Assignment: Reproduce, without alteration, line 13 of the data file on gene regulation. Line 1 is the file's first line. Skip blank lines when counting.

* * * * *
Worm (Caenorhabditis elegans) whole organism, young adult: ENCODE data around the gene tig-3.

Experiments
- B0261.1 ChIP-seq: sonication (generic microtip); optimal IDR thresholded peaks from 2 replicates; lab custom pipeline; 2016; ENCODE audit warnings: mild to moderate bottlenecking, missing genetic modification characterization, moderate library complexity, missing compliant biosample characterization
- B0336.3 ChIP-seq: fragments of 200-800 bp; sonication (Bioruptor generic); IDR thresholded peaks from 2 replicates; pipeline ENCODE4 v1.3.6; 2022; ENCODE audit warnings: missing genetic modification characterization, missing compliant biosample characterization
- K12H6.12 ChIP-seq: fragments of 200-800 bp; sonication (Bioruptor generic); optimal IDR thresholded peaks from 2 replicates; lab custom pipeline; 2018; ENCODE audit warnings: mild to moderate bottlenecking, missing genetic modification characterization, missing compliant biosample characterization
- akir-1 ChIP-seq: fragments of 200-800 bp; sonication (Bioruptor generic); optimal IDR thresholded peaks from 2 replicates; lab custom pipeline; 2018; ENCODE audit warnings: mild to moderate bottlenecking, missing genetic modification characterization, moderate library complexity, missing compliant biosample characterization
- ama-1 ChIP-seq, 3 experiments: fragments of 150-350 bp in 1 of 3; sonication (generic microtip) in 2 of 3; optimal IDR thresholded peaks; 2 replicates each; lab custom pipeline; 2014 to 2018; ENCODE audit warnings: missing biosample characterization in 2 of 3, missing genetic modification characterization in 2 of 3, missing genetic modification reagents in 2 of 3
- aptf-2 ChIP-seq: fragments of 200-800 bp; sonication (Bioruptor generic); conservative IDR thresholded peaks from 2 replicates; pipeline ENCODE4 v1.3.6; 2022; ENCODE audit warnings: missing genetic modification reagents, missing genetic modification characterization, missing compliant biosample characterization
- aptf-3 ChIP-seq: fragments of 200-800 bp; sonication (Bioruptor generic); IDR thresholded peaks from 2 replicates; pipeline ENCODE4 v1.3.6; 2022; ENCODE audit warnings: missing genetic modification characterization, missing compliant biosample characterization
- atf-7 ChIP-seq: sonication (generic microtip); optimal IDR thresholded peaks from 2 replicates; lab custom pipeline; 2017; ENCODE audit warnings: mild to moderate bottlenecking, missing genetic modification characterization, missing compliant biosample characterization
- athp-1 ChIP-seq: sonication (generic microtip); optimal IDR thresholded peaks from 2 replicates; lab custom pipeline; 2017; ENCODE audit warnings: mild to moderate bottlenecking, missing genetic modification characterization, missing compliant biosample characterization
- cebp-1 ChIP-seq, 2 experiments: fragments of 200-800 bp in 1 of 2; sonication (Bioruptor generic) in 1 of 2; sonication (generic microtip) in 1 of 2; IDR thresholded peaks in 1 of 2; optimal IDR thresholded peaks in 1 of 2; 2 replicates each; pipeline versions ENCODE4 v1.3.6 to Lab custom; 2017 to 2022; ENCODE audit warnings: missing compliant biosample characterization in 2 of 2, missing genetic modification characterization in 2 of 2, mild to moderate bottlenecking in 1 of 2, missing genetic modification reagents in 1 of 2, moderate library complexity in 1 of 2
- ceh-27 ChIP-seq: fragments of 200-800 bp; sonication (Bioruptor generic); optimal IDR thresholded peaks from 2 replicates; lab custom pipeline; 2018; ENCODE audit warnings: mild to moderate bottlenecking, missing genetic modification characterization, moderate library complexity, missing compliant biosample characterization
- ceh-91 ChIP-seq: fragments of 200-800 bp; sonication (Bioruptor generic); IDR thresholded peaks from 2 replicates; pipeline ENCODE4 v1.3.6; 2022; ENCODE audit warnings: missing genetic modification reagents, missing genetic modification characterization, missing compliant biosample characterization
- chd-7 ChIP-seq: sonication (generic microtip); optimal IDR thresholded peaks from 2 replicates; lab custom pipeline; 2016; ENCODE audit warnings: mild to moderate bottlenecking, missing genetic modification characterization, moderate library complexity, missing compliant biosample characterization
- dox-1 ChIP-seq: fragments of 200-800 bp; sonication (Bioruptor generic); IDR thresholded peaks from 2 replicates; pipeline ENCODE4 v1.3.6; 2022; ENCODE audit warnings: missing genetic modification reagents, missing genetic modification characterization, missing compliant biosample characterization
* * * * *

- ceh-27 ChIP-seq: fragments of 200-800 bp; sonication (Bioruptor generic); optimal IDR thresholded peaks from 2 replicates; lab custom pipeline; 2018; ENCODE audit warnings: mild to moderate bottlenecking, missing genetic modification characterization, moderate library complexity, missing compliant biosample characterization